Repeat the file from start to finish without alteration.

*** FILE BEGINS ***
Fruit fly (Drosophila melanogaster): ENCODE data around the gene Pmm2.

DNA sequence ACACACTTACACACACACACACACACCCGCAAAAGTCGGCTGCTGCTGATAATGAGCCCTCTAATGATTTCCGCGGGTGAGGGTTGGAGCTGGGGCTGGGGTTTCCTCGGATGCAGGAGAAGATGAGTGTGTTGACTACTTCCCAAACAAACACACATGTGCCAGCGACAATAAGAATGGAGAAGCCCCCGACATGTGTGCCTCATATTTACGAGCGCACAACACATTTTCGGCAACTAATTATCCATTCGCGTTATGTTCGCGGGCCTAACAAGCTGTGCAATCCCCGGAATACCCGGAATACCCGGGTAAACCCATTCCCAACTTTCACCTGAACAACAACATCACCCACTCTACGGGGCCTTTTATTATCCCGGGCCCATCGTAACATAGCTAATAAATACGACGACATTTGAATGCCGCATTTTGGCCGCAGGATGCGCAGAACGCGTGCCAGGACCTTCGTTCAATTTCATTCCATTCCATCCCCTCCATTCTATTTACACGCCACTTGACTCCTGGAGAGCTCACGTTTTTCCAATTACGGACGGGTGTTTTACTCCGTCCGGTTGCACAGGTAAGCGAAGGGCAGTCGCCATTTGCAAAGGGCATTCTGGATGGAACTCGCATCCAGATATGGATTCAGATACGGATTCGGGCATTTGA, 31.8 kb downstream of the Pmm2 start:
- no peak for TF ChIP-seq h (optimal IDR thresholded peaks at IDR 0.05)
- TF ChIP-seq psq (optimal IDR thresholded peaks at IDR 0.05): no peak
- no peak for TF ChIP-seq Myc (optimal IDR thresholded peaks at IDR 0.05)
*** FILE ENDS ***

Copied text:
Fruit fly (Drosophila melanogaster): ENCODE data around the gene Pmm2.

DNA sequence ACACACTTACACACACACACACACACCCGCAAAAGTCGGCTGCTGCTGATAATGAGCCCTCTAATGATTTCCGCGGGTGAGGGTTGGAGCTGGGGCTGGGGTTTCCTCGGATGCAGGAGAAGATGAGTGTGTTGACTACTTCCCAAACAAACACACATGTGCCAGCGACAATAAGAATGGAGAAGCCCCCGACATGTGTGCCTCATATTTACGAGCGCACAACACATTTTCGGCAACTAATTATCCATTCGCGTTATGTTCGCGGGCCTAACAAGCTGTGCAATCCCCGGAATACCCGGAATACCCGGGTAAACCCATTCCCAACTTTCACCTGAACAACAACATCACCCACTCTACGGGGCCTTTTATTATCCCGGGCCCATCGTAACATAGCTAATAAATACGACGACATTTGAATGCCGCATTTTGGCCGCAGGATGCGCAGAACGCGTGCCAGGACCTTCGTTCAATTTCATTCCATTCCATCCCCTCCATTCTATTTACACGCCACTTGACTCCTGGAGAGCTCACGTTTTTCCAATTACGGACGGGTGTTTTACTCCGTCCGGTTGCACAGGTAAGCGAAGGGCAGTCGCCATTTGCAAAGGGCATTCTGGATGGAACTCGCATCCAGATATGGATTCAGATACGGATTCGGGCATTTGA, 31.8 kb downstream of the Pmm2 start:
- no peak for TF ChIP-seq h (optimal IDR thresholded peaks at IDR 0.05)
- TF ChIP-seq psq (optimal IDR thresholded peaks at IDR 0.05): no peak
- no peak for TF ChIP-seq Myc (optimal IDR thresholded peaks at IDR 0.05)